“The child has a mind able to absorb knowledge. He has the power to teach himself. A single observation is enough to prove this.”
~ Maria Montessori
Dr. Maria Montessori was a medical doctor and a scientist, and after many years of study, travel and experiments, the most critical tool in her set has always remained observation. She saw immense value in it, and believed it to be a crucial part of the process to help understand children as individuals, and for them to be able to express themselves without interference.
Why is observation so important?
Observation offers so many wonderful and important benefits, the main of which is to “follow the child”. This helps us gain a deeper understanding of the inner workings of their mind, their behaviour and motives, as well as allows the child to be in charge of their environment and to learn, explore and discover at their own pace. This sense of freedom is tremendously beneficial to fuel the child’s sense of independence. Following the child also means meeting them where they are, not where we expect them to be. This is observation without judgement, an aspect that was stressed by Dr Montessori.
There’s so much more to the art of observing than recording the skills children have mastered. One of these, for example, is detecting what Montessori calls “sensitive periods” in the child’s development – a heightened interest in a particular subject or skill.
Observation is also a critical component of lesson planning and classroom management. When the teacher observes that a student has mastered a concept or skill, she can introduce new lessons.
Types of observation
Dr. Montessori spoke of three types of observation, each of which are useful in their own way.
- The direct observation: turning our attention to our own feelings, thoughts and reactions, and noting them consciously.
- The direct observation of the child: we quietly sit and watch as attentively as we can.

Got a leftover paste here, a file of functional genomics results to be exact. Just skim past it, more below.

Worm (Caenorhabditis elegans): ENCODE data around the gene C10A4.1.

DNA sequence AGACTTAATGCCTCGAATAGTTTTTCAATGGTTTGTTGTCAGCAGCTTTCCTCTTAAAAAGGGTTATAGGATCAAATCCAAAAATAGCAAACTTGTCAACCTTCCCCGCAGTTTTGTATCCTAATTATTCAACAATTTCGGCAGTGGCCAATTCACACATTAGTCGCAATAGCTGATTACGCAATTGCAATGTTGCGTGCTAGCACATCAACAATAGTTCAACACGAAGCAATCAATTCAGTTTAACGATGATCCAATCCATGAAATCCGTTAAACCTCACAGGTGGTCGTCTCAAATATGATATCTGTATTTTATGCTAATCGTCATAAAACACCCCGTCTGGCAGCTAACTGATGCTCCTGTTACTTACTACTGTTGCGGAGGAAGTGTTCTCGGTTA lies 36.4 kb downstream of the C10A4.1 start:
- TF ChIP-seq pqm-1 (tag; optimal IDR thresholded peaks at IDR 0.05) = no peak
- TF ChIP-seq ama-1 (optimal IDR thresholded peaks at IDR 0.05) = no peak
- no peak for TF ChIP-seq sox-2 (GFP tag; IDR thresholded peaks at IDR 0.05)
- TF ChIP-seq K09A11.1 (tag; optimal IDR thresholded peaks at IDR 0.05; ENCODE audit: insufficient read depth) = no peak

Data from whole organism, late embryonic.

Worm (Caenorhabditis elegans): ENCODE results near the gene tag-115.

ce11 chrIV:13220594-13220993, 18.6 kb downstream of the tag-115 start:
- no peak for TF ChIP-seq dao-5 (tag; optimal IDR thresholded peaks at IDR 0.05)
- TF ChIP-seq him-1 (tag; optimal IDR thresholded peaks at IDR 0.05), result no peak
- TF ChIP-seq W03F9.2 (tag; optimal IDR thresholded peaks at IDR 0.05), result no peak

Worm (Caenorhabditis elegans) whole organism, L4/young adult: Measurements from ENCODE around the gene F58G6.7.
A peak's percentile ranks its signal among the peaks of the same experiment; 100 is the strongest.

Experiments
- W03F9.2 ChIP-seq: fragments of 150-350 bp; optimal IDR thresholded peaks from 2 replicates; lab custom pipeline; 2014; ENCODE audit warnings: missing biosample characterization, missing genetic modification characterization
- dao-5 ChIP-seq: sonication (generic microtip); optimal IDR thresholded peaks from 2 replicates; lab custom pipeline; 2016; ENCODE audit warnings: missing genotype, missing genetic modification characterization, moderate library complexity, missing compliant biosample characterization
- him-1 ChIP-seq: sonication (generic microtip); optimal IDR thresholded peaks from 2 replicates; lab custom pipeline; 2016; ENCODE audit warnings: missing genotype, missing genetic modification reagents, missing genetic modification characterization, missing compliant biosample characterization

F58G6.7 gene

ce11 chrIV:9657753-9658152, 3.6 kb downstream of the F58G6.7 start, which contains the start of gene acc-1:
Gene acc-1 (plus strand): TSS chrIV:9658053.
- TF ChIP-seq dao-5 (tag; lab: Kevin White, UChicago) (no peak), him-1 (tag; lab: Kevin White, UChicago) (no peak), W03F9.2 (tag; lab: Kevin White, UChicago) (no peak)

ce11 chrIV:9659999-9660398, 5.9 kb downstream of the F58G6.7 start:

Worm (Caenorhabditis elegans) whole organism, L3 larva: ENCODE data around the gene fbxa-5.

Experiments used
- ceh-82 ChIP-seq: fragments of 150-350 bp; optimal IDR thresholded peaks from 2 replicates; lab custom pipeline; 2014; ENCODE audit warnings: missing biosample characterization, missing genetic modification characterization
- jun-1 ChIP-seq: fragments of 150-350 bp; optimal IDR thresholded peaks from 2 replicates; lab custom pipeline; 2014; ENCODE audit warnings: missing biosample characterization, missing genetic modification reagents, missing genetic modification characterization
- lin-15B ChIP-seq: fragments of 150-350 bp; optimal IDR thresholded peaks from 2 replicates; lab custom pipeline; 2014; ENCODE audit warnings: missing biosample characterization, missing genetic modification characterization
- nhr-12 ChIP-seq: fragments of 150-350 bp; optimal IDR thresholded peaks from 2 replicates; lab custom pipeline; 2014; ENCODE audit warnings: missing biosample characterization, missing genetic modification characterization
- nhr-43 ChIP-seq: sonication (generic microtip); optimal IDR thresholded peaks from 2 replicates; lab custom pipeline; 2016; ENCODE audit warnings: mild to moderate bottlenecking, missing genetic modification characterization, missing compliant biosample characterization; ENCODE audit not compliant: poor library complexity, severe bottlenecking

- Indirect observation: we observe while carrying out other tasks at the same time.
How to observe your child at home
For parents who want to implement the Montessori approach at home, observation is crucial, because you cannot centre a home around children if you do not stop to observe them first to understand their needs.
Tips for observing your child
- Keep the reason and aim in mind – to allow a deeper and better understanding of your child.
- Find a comfortable spot with a good view of your child, and sit down with a pen and paper to write quick notes.
- Take care to never write why or how well your child did something (this is subjective), simply focus on the facts (objective).
- Do not interfere – simply watch your child’s actions.
Examples of observation
- Observe what your child likes to eat, including their favourite fruits, veggies, and other healthy foods. Instead of telling them what they should and should not be eating, include some of their favourite healthy foods on their plate at mealtime.
- Observe your child’s daily activities to determine if you need to adjust your home environment. For example, if you observe that your child likes to dress himself, set up a little self-care station where your child can get ready on his own with clothes, brushing hair, teeth, etc.
- Observing your child during playtime will give you insight into where they are developmentally, and if you need to adjust the prepared environment at home or include activities and materials that will challenge them.
Observation is a wonderful tool for us to better understand our child, see through their eyes, and look at how we can support them in the best way to help them grow. We are quietly watching, observing and following the child to lead the way along the best path suited for them.